A reply is really rare!
In November 2011 I returned to the UK and joined 2.7 million unemployed people. I didn’t know that I was about to live through quite a few miserable months searching for that elusive job.
I returned to England and moved back in with my parents, presuming it would be for a month at most. At first this was brilliant because I hadn’t lived in England for 4 years so I felt like a tourist. I stuffed my face with as many roast dinners as possible, drank as much Ribena as I could manage and went on plenty of trips into the beautiful Lancashire hills (where I’m from) as well as my favourite local city of Manchester.
After doing the tourist thing I settled down to updating my C.V., writing personal statements and producing numerous cover letters I realised this was not going to be a quick and simple process. Firstly, as every unemployed person will tell you NO ONE EVER REPLIES!!!!! No matter how many job applications you fill in or cover letters you send out you will never ever get a reply, not even a reply to simply say,
“No, thank you.”
This can be incredibly depressing and it completely crushes all of your confidence.
How can you get a job if you receive no feedback from anyone you apply to?
How can you improve, build your confidence and get a YES next time?
Once, just once, after bombarding a school I had applied to with emails and calls (do you have any feedback, did I get an interview, if not why not…) they actually replied (shock horror) and advised that normally they would receive about 50 applications but this time they had received 250 applications so they couldn’t reply and give feedback to that many people. Oh dear.
Secondly, after coming to the conclusion that no-one was ever going to respond to any of my job applications I tried the job centre. Unfortunately they were not much use. Well, they couldn’t provide me with anything I wasn’t able to do myself. The internet is now an excellent way to not only find jobs but advertise yourself and the job centre seemed to be the opposite of this. They encouraged a lot of paper work,
“Check newspapers, notice boards, bring in paper evidence of completed job applications…”
The advice I was given at the job centre was very limited too, basically,
Fill out applications, send them and repeat.
The advisor I dealt with was lovely but I gained no new advice whatsoever. I presumed that I would at least be able to take part in free courses to develop my IT skills and further improve my C.V or to practice my interview technique but that wasn’t the case. I spoke to an advisor for about two minutes at a time, it was very rushed and they were clearly too busy.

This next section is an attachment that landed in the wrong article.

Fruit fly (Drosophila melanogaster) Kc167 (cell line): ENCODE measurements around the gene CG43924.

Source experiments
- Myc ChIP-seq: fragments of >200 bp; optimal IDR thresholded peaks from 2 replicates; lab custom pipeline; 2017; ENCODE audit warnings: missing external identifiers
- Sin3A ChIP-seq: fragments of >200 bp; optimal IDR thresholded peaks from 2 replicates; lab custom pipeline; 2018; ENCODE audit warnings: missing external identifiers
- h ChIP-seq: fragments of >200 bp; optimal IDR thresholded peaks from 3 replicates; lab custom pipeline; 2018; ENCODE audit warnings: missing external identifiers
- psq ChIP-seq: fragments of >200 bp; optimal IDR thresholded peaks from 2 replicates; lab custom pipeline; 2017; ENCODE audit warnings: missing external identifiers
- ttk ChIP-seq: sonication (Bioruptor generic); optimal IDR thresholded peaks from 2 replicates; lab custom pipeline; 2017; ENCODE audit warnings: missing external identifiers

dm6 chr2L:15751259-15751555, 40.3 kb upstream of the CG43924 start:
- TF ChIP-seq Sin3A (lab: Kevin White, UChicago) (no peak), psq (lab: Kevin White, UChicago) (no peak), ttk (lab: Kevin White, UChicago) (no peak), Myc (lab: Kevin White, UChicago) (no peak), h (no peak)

As the negative experiences continued I decided to stop applying for everything and focus on English Teaching jobs as that’s what I’ve been doing for the last couple of years. I had wanted a change so that I could develop some different skills and try an alternative career route in England but it was proving too difficult. I contacted a large number of language schools as well as language centres within universities with my C.V. and a covering letter. I also went on the usual TEFL websites searching for jobs in the UK. However the only jobs I could ever find were for future summer camps which I could definitely apply for but in January that was quite sometime away. I can also confirm that from the MANY emails I sent out to English language schools and centres I only received ONE reply. That reply did make me feel a lot better, despite it being a no it was greatly appreciated as a reply is really rare.
I continued to fill in application forms, submit them (eat some more biscuits) and hope for a response. I also started to use my personal blog to advertise my C.V. as well as Twitter. Twitter was fantastic for gaining advice and guidance on job applications. I would recommend it to any unemployed person. For example, The Guardian Careers and The Guardian Jobs both have great Twitter feeds which constantly advertise jobs or give links to interview tips, C.V. tips and live web chats. It’s also useful to search job terms and see what comes up. I would often find jobs in my local area or interesting blogs to read about the unemployment/job search process. It’s nice to feel you’re not alone.